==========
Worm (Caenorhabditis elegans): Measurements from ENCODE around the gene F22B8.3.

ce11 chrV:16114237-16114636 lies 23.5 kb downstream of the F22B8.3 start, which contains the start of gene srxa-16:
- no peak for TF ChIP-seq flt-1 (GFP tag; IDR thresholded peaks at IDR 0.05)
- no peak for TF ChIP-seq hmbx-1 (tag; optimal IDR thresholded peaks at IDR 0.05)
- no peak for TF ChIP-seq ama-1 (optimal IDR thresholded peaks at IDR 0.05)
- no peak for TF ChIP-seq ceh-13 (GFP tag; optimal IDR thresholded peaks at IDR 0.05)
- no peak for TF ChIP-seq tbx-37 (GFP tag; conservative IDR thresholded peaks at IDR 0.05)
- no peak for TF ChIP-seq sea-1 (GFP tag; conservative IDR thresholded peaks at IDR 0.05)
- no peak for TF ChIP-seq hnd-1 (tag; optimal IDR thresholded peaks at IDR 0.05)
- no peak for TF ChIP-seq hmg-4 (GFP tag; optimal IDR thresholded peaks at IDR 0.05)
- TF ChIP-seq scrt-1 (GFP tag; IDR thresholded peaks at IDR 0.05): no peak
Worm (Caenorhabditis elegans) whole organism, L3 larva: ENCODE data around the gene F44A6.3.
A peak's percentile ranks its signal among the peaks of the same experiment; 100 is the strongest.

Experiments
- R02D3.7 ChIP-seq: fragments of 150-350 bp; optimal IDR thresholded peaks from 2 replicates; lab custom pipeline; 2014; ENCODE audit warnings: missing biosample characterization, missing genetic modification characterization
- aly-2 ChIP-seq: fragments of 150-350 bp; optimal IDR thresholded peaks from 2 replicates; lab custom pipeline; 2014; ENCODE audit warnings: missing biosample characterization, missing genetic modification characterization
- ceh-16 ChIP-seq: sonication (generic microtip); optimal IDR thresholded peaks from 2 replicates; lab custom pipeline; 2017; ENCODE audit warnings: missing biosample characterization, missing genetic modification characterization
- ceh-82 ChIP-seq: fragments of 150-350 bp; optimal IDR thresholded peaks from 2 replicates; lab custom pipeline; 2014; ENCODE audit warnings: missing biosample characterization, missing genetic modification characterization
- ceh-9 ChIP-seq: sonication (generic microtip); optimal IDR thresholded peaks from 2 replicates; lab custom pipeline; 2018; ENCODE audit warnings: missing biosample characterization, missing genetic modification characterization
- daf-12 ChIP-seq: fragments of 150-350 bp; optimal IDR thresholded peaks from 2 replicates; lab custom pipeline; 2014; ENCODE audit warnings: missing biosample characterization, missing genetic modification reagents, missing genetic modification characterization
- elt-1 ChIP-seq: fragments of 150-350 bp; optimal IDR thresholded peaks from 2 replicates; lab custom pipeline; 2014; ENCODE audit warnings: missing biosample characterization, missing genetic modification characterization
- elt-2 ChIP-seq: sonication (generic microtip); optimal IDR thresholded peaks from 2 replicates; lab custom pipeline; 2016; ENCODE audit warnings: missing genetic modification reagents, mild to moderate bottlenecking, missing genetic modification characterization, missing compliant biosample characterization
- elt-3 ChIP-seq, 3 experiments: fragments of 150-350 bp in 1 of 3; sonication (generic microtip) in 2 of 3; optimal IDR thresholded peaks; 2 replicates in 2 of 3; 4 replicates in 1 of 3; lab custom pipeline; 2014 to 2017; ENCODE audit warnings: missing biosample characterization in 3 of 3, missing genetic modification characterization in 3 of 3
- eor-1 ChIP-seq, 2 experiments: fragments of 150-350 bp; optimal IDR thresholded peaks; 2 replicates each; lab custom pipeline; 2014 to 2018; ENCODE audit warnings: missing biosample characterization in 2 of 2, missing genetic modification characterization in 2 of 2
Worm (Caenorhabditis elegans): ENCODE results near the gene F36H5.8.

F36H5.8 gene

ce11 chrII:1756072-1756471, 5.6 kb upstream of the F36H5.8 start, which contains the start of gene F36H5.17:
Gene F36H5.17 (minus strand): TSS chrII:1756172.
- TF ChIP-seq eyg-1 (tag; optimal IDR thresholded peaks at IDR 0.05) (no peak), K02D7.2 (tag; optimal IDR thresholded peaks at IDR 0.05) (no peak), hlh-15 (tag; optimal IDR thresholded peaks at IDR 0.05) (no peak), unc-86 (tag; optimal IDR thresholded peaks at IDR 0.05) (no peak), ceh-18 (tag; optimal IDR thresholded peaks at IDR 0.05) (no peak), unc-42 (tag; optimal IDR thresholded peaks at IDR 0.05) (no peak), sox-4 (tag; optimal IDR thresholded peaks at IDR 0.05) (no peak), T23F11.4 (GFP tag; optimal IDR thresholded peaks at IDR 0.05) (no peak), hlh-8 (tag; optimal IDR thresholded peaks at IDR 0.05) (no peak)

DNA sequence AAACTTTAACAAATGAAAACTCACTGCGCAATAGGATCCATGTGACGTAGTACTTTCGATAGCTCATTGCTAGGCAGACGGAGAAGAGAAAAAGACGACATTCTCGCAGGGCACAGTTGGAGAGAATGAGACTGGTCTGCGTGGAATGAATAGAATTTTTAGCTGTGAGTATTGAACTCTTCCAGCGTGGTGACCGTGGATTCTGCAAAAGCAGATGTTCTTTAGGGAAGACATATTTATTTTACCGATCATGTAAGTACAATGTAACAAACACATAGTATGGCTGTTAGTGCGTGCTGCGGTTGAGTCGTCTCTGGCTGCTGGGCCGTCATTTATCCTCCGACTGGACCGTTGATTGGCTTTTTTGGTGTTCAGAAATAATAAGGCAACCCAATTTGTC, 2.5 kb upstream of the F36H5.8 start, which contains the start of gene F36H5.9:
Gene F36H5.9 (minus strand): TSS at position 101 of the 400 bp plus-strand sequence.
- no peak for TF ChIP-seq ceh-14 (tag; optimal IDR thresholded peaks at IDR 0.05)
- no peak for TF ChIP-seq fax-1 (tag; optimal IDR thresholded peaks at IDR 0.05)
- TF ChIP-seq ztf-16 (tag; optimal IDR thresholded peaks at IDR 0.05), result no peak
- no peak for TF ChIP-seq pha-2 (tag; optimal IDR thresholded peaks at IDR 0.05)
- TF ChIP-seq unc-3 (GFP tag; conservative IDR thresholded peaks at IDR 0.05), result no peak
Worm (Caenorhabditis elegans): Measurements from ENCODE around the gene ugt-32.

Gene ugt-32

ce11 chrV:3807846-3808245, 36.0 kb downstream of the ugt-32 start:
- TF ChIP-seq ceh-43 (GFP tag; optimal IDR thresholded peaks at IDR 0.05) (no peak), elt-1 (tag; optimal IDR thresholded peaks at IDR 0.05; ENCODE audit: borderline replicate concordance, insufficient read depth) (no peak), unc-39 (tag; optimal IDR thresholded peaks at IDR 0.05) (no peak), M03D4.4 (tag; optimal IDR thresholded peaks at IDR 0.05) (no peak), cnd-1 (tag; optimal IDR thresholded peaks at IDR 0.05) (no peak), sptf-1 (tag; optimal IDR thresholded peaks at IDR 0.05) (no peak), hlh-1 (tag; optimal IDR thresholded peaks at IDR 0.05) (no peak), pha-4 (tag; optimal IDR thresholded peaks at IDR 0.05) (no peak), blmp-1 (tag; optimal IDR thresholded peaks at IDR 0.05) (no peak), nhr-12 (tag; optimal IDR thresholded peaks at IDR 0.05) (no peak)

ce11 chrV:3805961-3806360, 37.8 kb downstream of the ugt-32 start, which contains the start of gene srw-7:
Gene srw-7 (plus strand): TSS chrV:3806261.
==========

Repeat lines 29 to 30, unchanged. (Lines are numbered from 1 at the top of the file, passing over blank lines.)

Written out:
- TF ChIP-seq eyg-1 (tag; optimal IDR thresholded peaks at IDR 0.05) (no peak), K02D7.2 (tag; optimal IDR thresholded peaks at IDR 0.05) (no peak), hlh-15 (tag; optimal IDR thresholded peaks at IDR 0.05) (no peak), unc-86 (tag; optimal IDR thresholded peaks at IDR 0.05) (no peak), ceh-18 (tag; optimal IDR thresholded peaks at IDR 0.05) (no peak), unc-42 (tag; optimal IDR thresholded peaks at IDR 0.05) (no peak), sox-4 (tag; optimal IDR thresholded peaks at IDR 0.05) (no peak), T23F11.4 (GFP tag; optimal IDR thresholded peaks at IDR 0.05) (no peak), hlh-8 (tag; optimal IDR thresholded peaks at IDR 0.05) (no peak)

DNA sequence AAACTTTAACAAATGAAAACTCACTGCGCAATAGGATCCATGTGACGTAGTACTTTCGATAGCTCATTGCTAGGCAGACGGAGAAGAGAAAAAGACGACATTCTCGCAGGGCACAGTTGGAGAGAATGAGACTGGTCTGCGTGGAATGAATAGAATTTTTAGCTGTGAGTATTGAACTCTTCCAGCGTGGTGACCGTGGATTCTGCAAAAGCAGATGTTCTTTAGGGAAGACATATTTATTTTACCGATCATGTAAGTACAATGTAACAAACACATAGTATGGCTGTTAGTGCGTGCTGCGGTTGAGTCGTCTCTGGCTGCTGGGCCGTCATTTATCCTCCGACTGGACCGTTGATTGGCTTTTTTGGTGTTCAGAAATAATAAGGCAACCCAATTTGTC, 2.5 kb upstream of the F36H5.8 start, which contains the start of gene F36H5.9: